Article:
This is a very basic site to demonstrate screen printing and supplant the demonstrations you may have seen at the RIT Wallace Library Book Arts Fair, March 26, 2004. In the very near future, it will be enhanced with videos, animations, much better pictures, as well as more in depth discussions of different aspects of screen printing for the home/hobby printer.

Please feel free to contact me if you have any specific questions about what you see or don't see here!

Erich S.Lehman


Tools of the trade 01:

- scissors
- a paint brush
- a spoon
- a knife
- a toothbrush
- a pencil
- an old button to smooth down the tape.

Tools of the trade 02:

- Screen filler
- Speedball screen printing inks
- Speedball Screen retarder base

Tools of the Trade 04:

Squeegees come in various sizes and with wood or metal handles.

Tools of the Trade 05

- paper towels
- masking tape (1.5" wide)
- 3x5 cards
- paper cups

- Speedball® hinge clamps (2 per set)

- Newsprint for pre-printing and test printing.




Find a clean flat area to do all your printing and have all of your supplies ready for you while printing. It's also helpful to have a small plastic bag to throw your trash into.

Use masking tape to seal off the edges of your design. This will ensure that ink doesn't seep through the open edges of your screen and will also help later during cleanup.

** If you have multiple designs on your screen, you can use kraft paper (available at any arts + crafts store) to make a temporary mask for that specific design. (pictures soon)

** I will also eventually have photographs of how to make the mobile printing hinge setup.



INK MIXING. When using Speedball acrylics, it is important to also mix in some of the Retarder base. This substance will keep the ink from drying rapidly

Using the paper cups allows you to mix inks at will. Experiment with mixing the various available inks to get new colors.

Also make sure you make enough ink to print all of your prints. You don't want to run out of the custom color mid-run!



The pictures represent the printing of the second color for the posters advertising the Book Arts Fair.


First off, place your paper underneath the mylar and make one print onto the mylar. This will serve as your guide for lining up your prints.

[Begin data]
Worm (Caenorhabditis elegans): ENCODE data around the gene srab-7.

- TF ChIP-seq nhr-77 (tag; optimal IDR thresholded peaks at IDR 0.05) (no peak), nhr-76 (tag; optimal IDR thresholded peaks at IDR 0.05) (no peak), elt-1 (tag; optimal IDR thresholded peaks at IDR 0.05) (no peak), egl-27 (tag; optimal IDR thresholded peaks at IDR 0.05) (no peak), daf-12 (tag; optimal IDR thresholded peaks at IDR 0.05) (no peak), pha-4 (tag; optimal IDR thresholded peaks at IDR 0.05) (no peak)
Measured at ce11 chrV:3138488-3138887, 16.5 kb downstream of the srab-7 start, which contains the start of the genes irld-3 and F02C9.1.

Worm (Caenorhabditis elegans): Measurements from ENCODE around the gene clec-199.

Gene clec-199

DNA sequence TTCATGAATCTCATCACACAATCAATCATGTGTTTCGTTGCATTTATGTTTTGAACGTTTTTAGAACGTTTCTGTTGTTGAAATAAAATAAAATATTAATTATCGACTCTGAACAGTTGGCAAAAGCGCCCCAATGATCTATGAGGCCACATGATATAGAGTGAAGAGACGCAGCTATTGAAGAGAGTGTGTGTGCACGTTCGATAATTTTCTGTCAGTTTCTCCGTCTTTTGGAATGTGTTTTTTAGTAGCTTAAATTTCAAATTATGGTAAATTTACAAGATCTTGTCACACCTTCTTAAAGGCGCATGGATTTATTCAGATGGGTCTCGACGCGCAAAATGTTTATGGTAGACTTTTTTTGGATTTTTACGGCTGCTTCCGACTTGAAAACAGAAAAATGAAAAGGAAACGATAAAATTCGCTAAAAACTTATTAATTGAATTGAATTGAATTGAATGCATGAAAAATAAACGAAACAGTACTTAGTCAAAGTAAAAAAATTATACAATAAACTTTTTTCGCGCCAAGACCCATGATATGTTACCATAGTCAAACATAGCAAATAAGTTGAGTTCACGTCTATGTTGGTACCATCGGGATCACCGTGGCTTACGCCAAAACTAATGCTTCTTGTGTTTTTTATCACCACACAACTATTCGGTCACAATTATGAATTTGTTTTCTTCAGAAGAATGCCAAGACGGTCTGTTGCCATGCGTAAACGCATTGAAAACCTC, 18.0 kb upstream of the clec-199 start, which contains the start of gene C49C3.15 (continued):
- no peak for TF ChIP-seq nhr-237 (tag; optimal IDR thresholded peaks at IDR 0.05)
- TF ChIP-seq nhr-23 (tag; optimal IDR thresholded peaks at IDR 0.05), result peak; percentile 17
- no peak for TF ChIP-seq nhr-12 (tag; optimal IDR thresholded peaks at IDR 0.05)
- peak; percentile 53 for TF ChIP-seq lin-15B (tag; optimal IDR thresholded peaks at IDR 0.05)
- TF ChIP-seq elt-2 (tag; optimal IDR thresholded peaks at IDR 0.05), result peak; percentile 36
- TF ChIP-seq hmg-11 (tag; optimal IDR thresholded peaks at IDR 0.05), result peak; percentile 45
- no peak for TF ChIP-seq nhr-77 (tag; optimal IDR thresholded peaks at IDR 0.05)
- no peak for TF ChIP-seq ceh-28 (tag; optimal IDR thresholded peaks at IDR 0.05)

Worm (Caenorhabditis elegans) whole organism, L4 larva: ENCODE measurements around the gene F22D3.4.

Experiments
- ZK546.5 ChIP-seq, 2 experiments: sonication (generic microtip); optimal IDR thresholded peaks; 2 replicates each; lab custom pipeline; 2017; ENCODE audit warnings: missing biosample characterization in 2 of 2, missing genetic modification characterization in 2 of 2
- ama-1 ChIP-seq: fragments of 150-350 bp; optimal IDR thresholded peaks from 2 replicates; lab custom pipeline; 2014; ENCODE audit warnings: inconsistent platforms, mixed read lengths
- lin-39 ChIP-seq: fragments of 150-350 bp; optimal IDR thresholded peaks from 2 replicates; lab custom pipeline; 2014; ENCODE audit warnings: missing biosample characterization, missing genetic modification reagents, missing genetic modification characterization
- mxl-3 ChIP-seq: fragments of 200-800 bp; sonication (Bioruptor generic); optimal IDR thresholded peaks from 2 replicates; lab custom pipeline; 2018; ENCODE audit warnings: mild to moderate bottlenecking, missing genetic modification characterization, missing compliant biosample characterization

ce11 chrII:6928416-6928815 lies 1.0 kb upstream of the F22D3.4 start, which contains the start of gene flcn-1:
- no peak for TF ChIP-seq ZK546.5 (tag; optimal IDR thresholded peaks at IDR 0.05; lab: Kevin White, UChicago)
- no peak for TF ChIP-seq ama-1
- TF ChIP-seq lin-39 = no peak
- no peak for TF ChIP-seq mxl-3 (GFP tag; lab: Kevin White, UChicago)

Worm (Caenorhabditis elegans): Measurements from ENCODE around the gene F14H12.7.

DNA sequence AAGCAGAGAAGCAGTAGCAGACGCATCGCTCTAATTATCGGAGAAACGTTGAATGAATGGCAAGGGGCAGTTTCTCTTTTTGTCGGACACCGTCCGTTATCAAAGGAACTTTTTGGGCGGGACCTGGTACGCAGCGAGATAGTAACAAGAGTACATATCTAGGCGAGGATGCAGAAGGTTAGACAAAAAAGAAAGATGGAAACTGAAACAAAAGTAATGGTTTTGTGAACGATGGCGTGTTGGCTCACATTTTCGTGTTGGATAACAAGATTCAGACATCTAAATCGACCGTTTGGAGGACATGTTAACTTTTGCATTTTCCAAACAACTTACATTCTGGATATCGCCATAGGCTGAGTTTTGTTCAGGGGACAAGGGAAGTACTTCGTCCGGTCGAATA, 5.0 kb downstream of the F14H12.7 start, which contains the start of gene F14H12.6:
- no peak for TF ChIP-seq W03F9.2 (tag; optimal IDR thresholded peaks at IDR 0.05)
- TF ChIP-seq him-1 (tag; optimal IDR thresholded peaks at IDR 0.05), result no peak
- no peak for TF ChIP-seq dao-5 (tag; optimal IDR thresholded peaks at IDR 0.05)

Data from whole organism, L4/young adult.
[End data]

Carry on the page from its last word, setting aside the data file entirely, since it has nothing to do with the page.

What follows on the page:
Now that you have a print on the mylar, line up your design with where you'd like to print on the paper. In this case, I am lining up the first color with the second color; however, this is just as important when printing the initial colors.


Pour out the ink onto the frame. I normally pour some at the top and also the bottom of the design.


Your first pull across the design should be light and cover the design with a full coating of ink. This is called the "Flood coat." This puts a thin coating of ink over all of the design, and will enable a better print. Use as little pressure as possible on this pass.


Gather up some ink at the top of the design. Your second pull should use considerably more pressure to force the ink through the screen.

** it will take you a number of tries to learn how to get the proper pressure for printing. I recommend practicing using the newsprint as a surface before you get to your real prints.


The angle of your squeegee directly corresponds to how much ink gets through screen. the lower the angle of the squeegee, the more ink will be pushed through the screen. The higher the angle (more vertically) you hold the squeegee, the less ink will pass through the screen.




Lift up the screen and Voila, you have your first complete print.

Repeat the above steps as necessary.




Wipe off the mylar sheet with a damp towel first. Then place this flat to serve as a base for the rest of cleanup


Put down a few sheets of newspaper to catch the mess.


Use a 3x5 card to scrape the excess ink off the screen and the squeegee. Scrape it into the cup, and seal the top with tin foil or plastic wrap, and you can reuse the ink a later time.


Make sure to clean all the ink off the squeegee when you are done. For water-soluble and acrylic based inks, use water and a damn paper towel to scrub off the ink. Any ink left over can contaminate ink in the next run.

If you are using heat-set inks like plastisols, a tougher cleaning agent like Paint thinner needs to be used in place of water.


Use paper towels and water to first wipe off any excess ink and then to scrub out ink from the details of the design.

Again, if using heat-set inks, a chemical like paint thinner must be used in place of water.


The emulsion in the screen can also come out if you scrub too hard with water, as it is also water soluble. Be careful if you are doing a prolonged run that you don't damage the design.



Printable version of these directions -- (6MB, 10 pages)

• How to screenprint the Speedball® way PDF (338 KB download)

•  http://nomediakings.org/doityourself/howto_silkscreen_posters_and_shirts.html
  No Media Kings offers a really expansive how-to beyond what I have here, including how to create your own stencils.

•  http://www.moma.org/whatisaprint/
  A wonderful animation by the Museum of Modern Art from 2001 that animates the basic screen printing process.

• http://www.handonestudios.com
  Rochester based Screen supplier. Tell them Erich sent you or reference the Book Arts Fair demonstrations.

• http://www.knight-mfg.com/
  Maker of hobbie-sized screen presses.

• http://www.speedballart.com
  Online resources for basic beginner kits on screenprinting.

• http://www.ulano.com/
  Another company that sells screen printing equipment. Their Ulanocut green films are great for handcut
  emulsion based stencils.

• http://catspitproductionsllc.com
  Lots ofvideos and DIY resources for learning about screen printing.

- How to make your own dryer for heat-set inks!


All contents © 2004 Erich S. Lehman

Photography / assistance by Dana M. Busch.